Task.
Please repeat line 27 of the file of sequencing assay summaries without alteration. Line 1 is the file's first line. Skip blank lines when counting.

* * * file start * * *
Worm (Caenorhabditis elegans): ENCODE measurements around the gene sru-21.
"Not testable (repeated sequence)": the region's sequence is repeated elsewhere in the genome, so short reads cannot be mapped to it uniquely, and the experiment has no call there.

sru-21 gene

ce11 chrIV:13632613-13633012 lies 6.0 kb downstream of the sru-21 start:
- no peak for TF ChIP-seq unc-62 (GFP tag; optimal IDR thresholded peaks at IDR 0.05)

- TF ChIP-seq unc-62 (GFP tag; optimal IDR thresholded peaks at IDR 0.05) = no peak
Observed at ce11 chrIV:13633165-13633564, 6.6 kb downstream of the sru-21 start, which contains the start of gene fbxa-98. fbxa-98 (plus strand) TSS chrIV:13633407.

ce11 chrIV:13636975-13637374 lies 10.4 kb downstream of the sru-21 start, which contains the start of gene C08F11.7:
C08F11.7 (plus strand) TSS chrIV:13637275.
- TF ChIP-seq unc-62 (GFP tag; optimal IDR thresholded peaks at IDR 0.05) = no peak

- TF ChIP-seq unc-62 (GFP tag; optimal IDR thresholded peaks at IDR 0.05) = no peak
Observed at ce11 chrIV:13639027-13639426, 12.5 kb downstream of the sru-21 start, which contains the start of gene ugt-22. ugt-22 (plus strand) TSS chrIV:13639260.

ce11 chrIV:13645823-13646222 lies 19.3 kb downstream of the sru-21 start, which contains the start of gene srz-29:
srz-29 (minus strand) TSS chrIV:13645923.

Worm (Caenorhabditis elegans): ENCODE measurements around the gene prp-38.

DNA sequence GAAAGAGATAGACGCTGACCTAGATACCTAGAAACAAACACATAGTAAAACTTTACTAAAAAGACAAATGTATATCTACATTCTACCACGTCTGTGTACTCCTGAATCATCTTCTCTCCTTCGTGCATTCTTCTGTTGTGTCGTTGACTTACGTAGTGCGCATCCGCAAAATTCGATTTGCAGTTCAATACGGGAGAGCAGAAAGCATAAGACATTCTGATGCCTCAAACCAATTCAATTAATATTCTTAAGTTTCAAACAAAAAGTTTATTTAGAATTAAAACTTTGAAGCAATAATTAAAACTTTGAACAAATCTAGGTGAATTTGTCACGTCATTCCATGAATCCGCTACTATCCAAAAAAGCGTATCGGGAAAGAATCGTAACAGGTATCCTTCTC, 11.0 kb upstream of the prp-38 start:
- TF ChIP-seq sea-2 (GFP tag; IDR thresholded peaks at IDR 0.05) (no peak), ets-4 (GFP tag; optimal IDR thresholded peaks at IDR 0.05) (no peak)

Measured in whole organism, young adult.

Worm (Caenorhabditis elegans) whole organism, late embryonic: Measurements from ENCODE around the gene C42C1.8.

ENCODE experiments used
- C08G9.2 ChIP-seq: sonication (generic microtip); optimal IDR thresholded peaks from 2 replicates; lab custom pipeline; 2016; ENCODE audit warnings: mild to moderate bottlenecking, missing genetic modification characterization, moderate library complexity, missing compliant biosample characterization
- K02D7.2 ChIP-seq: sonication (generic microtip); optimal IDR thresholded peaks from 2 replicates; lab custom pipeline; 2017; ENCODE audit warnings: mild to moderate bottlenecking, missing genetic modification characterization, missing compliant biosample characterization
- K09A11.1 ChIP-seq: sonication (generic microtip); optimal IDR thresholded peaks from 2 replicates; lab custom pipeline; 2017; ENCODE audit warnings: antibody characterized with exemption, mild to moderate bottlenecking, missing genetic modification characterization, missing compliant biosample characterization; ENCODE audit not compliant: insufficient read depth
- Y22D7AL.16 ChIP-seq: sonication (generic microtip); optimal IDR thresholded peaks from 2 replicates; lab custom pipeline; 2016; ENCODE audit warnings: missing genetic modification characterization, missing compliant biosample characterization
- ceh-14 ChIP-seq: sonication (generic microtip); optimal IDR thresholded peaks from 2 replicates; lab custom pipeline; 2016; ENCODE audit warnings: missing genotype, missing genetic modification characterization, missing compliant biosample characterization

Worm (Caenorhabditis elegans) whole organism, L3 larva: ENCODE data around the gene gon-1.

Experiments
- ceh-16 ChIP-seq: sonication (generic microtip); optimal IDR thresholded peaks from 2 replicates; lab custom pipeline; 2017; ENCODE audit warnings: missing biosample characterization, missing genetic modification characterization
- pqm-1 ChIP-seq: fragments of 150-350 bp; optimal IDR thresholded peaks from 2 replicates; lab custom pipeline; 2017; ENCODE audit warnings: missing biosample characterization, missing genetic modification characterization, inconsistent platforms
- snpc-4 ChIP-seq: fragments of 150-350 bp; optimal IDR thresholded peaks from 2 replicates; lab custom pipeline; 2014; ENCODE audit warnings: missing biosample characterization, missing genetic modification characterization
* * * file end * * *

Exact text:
Experiments